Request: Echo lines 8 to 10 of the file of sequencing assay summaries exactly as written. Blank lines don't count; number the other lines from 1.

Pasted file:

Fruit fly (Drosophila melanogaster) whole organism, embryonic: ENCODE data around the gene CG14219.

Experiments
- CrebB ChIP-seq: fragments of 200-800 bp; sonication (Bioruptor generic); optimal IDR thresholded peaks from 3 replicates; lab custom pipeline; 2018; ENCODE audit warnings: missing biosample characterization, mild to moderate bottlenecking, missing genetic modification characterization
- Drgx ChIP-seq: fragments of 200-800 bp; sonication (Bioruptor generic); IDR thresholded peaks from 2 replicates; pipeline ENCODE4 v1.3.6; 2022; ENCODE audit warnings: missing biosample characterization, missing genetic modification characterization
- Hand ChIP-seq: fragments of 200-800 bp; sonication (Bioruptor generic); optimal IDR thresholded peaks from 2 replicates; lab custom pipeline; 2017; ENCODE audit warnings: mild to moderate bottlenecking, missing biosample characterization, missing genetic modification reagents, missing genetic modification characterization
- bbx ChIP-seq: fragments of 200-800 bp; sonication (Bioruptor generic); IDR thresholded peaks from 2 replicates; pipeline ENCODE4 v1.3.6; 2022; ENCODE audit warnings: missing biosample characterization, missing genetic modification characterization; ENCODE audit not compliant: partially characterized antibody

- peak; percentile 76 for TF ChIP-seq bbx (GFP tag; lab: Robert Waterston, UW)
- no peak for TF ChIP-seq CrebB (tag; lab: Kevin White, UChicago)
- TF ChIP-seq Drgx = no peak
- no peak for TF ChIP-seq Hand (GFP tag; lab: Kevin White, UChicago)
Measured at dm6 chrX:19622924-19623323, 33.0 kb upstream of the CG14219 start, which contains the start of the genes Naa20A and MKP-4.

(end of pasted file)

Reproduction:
- no peak for TF ChIP-seq CrebB (tag; lab: Kevin White, UChicago)
- TF ChIP-seq Drgx = no peak
- no peak for TF ChIP-seq Hand (GFP tag; lab: Kevin White, UChicago)